Fernando Orellana: Dramatis Personae
Discover three great robotics art works by new media artist Fernando Orellana from El Salvador and participate in his "Ready-Made Hack" arduino workshop on November 26.
Born in San Salvador, El Salvador and currently living in Troy, New York, Fernando Orellana is a New Media artist that works in a variety of materials and processes. From robots that extrude populations of Play-Doh to interactive machines designed exclusively for ghosts to operate, in each new artwork, Orellana uses the medium that seems most appropriate to him for any given concept. For the exhibition at Café Neu Romance, Orellana will be exhibiting three pieces that range in materials, but share a common thread: the automated humanoid figure.
In all three artwork, Pardiso, No Cuts, No Buts, No Coconuts, and Dramatis Personae, the human figure is used as a vessel to explore a variety of concepts and questions.
In Paradiso, the concept relates to birth or human origins, specifically in regards to the story of Adam and Eve in the Garden of Eden. The main question posed is what did the actors in the Garden of Eden talk about before their expulsion from paradise? This is investigated through three small dolls, Adam, Eve, and a Spaceman, that become the characters in a generatively made real-time television program. The emergent conversation that surfaces between these three characters ranges in tone and subject; sometimes introspective, oftentimes mysterious and always humorous.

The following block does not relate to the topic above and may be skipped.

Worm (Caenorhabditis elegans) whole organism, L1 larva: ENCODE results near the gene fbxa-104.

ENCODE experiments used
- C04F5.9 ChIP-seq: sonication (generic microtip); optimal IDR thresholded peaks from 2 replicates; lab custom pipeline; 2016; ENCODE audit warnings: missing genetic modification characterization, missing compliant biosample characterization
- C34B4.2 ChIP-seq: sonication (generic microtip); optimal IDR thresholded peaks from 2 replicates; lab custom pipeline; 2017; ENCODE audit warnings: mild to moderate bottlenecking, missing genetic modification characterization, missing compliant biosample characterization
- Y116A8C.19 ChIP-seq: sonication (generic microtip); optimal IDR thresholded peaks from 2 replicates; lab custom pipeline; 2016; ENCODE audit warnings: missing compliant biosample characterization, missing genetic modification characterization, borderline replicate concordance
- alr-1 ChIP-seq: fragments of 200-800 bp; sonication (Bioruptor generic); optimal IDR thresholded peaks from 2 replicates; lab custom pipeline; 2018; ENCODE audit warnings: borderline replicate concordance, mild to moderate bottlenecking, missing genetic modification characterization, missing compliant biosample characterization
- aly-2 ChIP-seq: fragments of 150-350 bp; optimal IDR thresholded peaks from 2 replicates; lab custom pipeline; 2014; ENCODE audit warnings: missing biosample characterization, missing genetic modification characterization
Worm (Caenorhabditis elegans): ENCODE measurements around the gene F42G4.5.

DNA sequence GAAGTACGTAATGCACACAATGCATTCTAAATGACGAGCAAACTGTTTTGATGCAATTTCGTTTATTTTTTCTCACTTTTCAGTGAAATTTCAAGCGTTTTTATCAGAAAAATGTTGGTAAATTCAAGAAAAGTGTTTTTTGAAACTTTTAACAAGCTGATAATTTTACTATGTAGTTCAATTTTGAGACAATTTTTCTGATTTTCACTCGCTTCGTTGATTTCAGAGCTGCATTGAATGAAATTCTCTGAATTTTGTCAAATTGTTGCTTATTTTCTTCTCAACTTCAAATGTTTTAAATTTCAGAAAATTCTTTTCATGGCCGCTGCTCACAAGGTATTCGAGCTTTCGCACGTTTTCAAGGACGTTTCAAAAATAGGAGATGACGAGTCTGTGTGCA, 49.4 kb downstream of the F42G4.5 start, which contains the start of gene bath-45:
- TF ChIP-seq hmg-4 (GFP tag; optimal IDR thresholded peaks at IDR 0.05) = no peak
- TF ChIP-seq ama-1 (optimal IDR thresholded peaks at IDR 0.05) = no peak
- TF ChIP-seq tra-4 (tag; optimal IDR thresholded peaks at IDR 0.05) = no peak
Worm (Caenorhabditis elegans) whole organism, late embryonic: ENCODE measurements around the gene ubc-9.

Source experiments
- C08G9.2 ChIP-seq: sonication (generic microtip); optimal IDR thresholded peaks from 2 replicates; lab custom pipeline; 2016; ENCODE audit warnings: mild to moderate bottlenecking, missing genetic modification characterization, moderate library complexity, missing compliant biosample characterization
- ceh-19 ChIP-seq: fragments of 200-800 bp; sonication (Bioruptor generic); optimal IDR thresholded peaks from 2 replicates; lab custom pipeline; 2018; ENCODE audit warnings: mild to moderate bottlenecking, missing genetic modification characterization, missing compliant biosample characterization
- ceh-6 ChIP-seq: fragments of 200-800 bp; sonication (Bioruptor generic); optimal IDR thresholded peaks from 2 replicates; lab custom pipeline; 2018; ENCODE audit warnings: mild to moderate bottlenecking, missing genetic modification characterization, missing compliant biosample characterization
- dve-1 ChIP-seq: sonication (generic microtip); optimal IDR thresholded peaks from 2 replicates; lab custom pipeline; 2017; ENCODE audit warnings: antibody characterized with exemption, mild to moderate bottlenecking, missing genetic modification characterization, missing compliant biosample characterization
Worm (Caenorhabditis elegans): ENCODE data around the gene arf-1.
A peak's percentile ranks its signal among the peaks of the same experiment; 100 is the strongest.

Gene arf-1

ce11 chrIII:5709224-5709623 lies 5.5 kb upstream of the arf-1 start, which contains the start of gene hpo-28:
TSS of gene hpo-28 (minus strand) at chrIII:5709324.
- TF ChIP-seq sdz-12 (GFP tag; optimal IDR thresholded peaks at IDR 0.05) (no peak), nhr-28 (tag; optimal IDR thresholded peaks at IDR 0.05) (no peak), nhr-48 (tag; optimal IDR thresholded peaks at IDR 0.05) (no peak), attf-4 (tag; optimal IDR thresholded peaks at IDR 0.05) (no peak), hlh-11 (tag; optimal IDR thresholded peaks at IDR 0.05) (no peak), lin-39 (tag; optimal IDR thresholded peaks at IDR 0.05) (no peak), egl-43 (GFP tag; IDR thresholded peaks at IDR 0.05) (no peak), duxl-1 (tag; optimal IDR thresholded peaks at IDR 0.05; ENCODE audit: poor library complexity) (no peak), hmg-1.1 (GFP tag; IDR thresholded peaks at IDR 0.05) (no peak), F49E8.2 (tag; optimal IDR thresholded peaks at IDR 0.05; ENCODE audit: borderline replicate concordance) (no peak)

No, Cuts, No Buts, No Cocunuts (2011).
In the artwork No Cut, No Butts, No Coconuts, the concept relates to our insatiable desire to move forward, even when there is no forward to move into. The eight humanoid robots in this sculpture are in a constant state of joy and despair, trying to push to pass each other in the queue, but never getting anywhere. The robots in the piece are repurposed electronic toys, starting their lives as Frosty the Snowman, but ending up in the same existential predicament we all find ourselves in.
Put simply, the humanoid robot in the artwork Dramatis Personae is death. Wearing a tuxedo and a colorful birthday hat, the goal of this death-robot is to entertain and distract us as much as possible. As we laugh and wonder about its robo-antics and inner clockwork, Dramatis Personae fulfills its design, acting as yet another humorous proxy for us to forget the relentlessness of time and the ultimate threshold we must all cross.
[image source: Fernando Orellana]
[source: Vive Les Robots!]